While Oracle thus far has been quiet about the rise of the NoSQL database movement over the past few years, its developers have been at work devising ways to bring NoSQL-like speed and flexibility to its MySQL open-source database.
For OpenWorld, Oracle has scheduled a number of sessions and demonstrations devoted to something called the Oracle NoSQL Database. The work that the company has done thus far to equip MySQL with NonSQL functionality might provide a clue as to the nature of this new offering.
Oracle's work has focused on combining the responsiveness of NoSQL systems with the full range of options of SQL-based systems such as Oracle's own.
Oracle's potential secret weapon for revving SQL to NoSQL speeds? The Memcached caching technology, which Facebook and many other services already use. The company is looking at at least two ways of combining Memecached with its open-source MySQL database.
NoSQL databases have been commonly praised for the speed at which they can serve and ingest data, when compared to the performance of traditional SQL systems such as Oracle's. However, they lack a common interface for language for working with data, something that SQL provides.
Also, unlike NoSQL, SQL also provides a set of properties, called ACID (atomicity, consistency, isolation, durability) that mathematically ensures that each database transaction is handled reliably.
In an interview in May with the IDG News Service, Tomas Ulin, Oracle vice president of MySQL engineering, described a project to bring the NoSQL-like speed of access to SQL-based MySQL.
"We feel very strongly we can combine SQL and NoSQL," he said. "If you have really high-scalability performance requirements for certain parts of your application, you can share the dataset" across both NoSQL and SQL interfaces.
The key to Oracle's effort is the use of Memecached, which Internet-based service providers, Facebook being the largest, have long used to quickly serve MySQL data to their users. Memcached creates a hash table of commonly accessed database items that is stored in a server's working memory for quick access, by way of an API (application programming interface).
Memcached would provide a natural non-SQL interface for MySQL, Ulin said. Memcached "is heavily used in the Web world. It is something [webmasters] already have installed on their systems, and they know how to use [it]. So we felt that would be a good way to provide NoSQL access," Ulin said.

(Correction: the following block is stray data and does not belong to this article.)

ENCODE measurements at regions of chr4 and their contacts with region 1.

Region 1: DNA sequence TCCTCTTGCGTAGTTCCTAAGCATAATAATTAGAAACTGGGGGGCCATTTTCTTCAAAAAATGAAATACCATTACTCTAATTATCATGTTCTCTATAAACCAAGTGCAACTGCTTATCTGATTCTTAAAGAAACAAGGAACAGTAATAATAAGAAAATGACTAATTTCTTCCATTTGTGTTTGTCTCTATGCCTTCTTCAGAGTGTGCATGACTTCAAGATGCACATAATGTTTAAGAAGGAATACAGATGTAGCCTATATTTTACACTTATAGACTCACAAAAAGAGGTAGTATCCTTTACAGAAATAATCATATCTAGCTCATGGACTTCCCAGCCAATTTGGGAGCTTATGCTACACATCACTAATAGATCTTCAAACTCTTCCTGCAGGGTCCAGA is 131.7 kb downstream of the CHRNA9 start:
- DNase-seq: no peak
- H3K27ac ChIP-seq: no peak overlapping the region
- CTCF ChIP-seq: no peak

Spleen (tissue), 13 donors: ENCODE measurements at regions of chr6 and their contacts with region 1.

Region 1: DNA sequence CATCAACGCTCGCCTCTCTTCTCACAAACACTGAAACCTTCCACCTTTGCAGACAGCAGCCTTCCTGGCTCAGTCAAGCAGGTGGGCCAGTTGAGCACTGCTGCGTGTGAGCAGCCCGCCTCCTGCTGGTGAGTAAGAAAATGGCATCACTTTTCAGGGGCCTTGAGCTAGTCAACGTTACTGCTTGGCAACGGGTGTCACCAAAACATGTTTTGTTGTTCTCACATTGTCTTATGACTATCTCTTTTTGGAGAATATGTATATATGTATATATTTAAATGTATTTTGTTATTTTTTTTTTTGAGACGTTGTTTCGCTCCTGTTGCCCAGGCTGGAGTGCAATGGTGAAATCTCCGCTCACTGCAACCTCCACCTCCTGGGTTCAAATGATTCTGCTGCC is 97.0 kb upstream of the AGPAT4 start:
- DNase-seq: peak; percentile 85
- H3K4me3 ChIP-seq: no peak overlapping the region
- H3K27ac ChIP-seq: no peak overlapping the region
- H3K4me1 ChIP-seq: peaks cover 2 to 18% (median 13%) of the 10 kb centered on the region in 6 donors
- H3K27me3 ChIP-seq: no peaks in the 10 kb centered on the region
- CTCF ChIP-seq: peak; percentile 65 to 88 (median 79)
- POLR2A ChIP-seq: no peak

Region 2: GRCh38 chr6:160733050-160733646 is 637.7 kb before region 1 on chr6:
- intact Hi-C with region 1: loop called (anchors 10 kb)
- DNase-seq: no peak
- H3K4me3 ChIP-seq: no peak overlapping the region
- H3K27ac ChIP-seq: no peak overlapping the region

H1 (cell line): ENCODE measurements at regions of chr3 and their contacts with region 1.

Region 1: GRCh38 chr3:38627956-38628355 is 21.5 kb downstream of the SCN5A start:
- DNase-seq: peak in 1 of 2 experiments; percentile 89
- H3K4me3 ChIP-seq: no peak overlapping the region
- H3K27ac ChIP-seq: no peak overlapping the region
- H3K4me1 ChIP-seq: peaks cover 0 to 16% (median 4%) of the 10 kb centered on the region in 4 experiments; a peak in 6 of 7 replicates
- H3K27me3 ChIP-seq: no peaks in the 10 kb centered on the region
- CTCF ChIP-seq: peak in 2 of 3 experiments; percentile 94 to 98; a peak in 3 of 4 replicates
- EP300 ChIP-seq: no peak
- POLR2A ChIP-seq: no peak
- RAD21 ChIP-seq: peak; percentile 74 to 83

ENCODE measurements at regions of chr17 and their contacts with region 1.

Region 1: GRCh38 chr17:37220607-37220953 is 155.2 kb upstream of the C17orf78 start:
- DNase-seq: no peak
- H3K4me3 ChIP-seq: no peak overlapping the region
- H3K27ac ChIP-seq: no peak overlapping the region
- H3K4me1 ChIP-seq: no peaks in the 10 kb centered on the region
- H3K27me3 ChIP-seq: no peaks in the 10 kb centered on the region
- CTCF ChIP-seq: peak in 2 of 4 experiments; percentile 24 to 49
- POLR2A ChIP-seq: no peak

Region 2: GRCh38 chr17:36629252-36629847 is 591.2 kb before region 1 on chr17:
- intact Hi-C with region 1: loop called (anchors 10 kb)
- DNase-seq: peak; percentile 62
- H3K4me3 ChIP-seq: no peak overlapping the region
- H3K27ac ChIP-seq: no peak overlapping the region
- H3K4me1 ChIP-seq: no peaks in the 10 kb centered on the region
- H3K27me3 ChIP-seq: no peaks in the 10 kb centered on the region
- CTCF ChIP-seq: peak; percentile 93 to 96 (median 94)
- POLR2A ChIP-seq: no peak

Oracle's thinking is that the Memecached interface can serve as an alternative access point for MySQL itself. Much of the putative sluggishness of SQL-based systems actually stems from the overhead of supporting a fully ACID-based query infrastructure needed to execute complex queries, industry observers said. By providing a NoSQL alternative access method, Oracle could offer customers the best of both worlds--a database that is fully ACID-compliant and has the speed of a NoSQL database.
With Memcached you are not accessing the data through SQL, but by a simple key-value lookup. "You can do a simple key-value-type lookup and get very optimal performance," Ulin said.
The technology would not require any changes to MySQL itself. "We can just plug it in," Ulin said. He added that Oracle was considering including this technology in the next version of MySQL, version 5.6.
One precursor to Oracle's work is a MySQL technology developed by developers outside of Oracle, called HandlerSocket, which also used Memecached as the basis of MySQL access, said Peter Zaitsev, the founder and CEO of MySQL service provider Percona.
With HandlerSocket, "you could get close to 1 million lookups per second on a single server, which is almost 10 times what you could get with a MySQL interface," Zaitsev said. Percona has already installed HandlerSocket in its own customized MySQL implementation, Percona Server.
Oracle's own planned NoSQL access for future editions of MySQL would draw heavily from HandlerSocket, though it would stick more closely to the Memecached API, Ulin said.
In a different project, Oracle developers have also devised a similar Memecached setup for MySQL Cluster, the fault-tolerant edition of MySQL designed to run across multiple servers.
"We thought any MySQL Cluster can natively provide performance that is closer to Memcached than MySQL server," he said. The cluster in fact provides a way of making the Memchached cache persistent, meaning it will not disappear should the servers lose power. "We can achieve the performance you would expect from Memcached," he said.
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